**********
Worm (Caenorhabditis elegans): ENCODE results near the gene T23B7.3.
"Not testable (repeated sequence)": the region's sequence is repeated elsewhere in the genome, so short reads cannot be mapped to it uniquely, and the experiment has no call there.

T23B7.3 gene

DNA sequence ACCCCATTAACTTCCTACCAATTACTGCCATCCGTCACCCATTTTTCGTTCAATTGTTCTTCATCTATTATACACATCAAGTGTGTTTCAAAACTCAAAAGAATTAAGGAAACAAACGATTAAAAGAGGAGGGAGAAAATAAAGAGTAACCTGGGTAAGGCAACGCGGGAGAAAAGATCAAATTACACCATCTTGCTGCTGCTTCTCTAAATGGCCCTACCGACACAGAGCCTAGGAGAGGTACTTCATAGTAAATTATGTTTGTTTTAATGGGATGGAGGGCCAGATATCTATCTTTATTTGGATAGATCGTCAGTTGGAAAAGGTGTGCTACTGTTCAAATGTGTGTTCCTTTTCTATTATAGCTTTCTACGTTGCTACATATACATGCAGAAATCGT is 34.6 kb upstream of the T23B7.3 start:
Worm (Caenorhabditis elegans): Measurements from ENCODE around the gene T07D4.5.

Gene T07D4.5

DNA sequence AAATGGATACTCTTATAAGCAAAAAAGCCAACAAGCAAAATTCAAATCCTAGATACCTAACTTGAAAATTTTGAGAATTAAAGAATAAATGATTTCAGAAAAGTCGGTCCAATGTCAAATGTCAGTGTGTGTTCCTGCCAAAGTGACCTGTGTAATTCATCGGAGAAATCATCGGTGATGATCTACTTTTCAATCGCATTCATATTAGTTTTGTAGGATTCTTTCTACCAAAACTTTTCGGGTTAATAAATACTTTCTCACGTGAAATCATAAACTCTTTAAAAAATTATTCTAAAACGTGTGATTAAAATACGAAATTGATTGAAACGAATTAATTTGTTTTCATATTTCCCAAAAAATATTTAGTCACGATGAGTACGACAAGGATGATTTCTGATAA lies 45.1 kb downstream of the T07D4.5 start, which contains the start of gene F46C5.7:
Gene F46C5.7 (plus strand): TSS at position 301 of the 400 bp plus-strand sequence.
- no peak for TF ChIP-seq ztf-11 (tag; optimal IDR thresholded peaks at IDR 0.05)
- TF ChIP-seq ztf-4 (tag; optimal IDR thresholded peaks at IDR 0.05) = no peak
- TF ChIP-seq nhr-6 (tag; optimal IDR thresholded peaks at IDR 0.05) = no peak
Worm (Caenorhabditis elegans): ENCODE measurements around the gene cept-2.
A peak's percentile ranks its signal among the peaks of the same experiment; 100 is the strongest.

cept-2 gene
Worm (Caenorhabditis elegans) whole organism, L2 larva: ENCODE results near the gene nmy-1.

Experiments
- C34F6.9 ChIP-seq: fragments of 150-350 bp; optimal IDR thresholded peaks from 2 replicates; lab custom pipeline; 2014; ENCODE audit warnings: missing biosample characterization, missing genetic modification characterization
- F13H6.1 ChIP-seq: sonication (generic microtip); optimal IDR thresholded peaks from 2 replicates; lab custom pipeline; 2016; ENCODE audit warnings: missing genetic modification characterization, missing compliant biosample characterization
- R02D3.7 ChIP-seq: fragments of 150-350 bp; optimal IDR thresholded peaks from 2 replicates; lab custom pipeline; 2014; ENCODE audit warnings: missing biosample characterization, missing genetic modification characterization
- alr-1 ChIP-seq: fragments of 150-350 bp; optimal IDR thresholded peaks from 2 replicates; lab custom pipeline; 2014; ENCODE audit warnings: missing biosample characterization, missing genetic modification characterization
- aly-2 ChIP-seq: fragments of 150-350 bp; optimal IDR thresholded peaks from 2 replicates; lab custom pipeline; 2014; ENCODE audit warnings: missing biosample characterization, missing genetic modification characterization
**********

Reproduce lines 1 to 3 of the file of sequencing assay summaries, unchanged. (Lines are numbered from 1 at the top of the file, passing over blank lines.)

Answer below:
Worm (Caenorhabditis elegans): ENCODE results near the gene T23B7.3.
"Not testable (repeated sequence)": the region's sequence is repeated elsewhere in the genome, so short reads cannot be mapped to it uniquely, and the experiment has no call there.

T23B7.3 gene